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#6
Preparing the knot to use on your face. I washed the hair in the new brush 2 times with a strong dog shampoo to remove any animal odor. Wet it still smelled of animal so I shampooed it 3 more times in my hands like lathering up a cream with my personal hair shampoo. Now I mixed up a couple of bowls of shaving cream in a bowl like I was going to shave but rinsed the brush out each time and dried it by snapping out all the water and then rubbing it on a towel until almost dry. A quick smell now says it is free of animal smell. You have finished the re-knot. And now remember all new brushes of any kind loose a bit of hair by shedding them out. A good knot will not shed a lot in the beginning but through its life does a few times release a couple of hairs. Enjoy your new shaving brush and I hope you enjoyed the write-up I did and find it helpful. I am always interested in improving so if you have ideas or suggestions or any corrections in my write-up I would love to hear them in the comment of this article.

Thanks for taking a moment to look at,

SteveBaz...

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 03-03-2014, 10:46 AM
#2
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Thanks for the update on the brush restoration and welcome to The Shave Nook! Smile

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 03-06-2014, 07:43 PM
#3
  • freddy
  • Banned
  • San Diego, California, U.S.A.
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Welcome to The Shave Nook, Steve, and thank you for the excellent tutorial. Nicely done. Smile

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 03-06-2014, 07:50 PM
#4
  • Lutebro
  • Senior Member
  • Olympia, WA
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Was really wanting to try this so this tutorial is perfect! Thanks for the hard work!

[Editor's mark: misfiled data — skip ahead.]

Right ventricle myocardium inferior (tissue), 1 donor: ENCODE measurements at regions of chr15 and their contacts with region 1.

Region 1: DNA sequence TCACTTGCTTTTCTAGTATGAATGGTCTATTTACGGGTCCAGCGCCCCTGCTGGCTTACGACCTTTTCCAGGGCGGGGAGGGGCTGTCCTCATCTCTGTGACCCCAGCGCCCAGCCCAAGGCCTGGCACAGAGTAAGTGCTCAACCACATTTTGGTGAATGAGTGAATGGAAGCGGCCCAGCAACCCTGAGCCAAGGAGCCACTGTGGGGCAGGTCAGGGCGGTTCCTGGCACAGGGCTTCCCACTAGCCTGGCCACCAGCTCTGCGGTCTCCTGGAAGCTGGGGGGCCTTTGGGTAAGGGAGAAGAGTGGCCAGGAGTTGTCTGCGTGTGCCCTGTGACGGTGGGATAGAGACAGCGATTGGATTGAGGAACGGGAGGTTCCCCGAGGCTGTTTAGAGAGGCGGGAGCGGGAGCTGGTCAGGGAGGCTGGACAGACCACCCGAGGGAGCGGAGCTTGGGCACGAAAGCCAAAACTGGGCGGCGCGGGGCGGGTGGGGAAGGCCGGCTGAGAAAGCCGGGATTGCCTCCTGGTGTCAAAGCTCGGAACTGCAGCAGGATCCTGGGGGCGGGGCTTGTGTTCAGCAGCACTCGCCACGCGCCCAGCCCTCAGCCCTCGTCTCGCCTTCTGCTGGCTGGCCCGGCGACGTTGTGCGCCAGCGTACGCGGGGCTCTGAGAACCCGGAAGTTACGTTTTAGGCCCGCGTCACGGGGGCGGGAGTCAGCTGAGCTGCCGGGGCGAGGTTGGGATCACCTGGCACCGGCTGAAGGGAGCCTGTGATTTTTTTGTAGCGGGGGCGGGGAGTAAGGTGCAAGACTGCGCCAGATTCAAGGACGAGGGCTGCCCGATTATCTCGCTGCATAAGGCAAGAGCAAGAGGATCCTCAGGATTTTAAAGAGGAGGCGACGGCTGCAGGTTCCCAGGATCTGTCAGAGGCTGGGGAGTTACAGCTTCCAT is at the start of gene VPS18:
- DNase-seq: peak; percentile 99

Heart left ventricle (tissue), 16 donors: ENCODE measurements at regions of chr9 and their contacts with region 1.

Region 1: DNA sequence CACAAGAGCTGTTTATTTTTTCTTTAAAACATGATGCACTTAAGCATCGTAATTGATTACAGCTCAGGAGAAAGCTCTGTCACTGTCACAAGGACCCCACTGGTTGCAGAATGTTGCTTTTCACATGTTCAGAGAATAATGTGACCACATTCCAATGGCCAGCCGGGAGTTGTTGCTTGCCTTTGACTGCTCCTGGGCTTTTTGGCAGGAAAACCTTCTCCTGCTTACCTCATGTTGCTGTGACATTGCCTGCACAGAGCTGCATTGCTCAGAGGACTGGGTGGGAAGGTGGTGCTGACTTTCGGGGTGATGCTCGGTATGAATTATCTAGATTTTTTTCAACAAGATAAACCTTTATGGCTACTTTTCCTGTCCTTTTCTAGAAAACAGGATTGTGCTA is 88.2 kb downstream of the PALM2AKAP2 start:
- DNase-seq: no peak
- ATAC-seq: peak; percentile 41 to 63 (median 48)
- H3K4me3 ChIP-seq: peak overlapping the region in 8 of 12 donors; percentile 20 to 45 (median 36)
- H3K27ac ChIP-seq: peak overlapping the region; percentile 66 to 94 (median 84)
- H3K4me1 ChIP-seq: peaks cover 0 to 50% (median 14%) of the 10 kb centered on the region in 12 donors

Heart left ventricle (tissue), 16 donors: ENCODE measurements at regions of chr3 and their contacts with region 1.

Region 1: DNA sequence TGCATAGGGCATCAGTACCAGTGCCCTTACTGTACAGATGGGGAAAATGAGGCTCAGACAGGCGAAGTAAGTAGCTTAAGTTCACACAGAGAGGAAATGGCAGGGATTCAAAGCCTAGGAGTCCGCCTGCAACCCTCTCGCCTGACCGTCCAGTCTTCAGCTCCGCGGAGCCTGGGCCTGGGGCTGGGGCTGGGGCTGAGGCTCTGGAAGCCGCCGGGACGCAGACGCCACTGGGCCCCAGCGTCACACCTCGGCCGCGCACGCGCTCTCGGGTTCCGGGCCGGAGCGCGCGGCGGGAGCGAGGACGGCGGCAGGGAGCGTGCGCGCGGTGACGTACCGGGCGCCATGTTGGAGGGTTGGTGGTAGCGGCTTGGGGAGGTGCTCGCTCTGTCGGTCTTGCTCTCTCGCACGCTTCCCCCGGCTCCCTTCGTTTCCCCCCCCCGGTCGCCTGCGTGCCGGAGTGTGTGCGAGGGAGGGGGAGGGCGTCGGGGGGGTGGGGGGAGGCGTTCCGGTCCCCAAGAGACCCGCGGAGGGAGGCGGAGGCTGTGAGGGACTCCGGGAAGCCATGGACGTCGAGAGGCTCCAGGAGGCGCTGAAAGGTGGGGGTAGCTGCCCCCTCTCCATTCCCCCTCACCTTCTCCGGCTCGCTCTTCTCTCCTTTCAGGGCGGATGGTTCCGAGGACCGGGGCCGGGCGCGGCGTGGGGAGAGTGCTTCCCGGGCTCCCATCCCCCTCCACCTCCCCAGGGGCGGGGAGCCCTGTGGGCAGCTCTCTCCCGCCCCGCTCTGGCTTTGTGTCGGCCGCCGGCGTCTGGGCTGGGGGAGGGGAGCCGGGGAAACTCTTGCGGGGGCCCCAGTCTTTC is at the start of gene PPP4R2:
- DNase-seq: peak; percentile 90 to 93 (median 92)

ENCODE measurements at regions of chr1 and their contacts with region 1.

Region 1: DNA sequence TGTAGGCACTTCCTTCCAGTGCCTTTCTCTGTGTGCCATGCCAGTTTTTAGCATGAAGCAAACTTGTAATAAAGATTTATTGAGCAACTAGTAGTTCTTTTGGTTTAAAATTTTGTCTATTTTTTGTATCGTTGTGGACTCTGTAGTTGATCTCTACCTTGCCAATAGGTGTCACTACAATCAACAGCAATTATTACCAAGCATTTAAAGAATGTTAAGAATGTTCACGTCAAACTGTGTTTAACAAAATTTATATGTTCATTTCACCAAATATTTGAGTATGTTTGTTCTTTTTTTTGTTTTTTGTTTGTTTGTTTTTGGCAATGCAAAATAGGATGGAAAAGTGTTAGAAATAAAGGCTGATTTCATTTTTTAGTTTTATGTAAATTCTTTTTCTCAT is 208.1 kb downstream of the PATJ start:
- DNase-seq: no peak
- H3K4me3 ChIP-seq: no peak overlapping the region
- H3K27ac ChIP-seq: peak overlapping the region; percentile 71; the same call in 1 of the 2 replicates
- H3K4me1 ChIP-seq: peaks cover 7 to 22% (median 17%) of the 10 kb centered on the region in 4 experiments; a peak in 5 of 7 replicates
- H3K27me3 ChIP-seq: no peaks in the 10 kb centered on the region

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 03-07-2014, 06:32 AM
#5
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Thank you for the warm welcome. Yes I am or was a lurker for some time. I have been using a DE since 1967 and a few times used disposables and the modern swivel head razors but all in all have stayed with the traditional DE Blades you drop in the wall inside the medicine cabinet for life. I was never really keep up with technology guy when it came to something that worked already and my Gillette Slimboy adjustable I bought new marked J-2 which was my second Gillette and still have it to this day and use it for my travel razor and recently (2011) bought a new Merkur Futur for some reason and actually fell in love with the finish to my shave with the Futur compared to my old Gillette. I did take a few months to get used to the heavier razor and changing out different blades until I found the Dorco and the Feathers blades that left me with the finest of shave finishes ever.

Thanks again for the warm welcome
Steve

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 03-07-2014, 08:24 AM
#6
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Solid work and tutorial, Steve! And welcome to the Nook.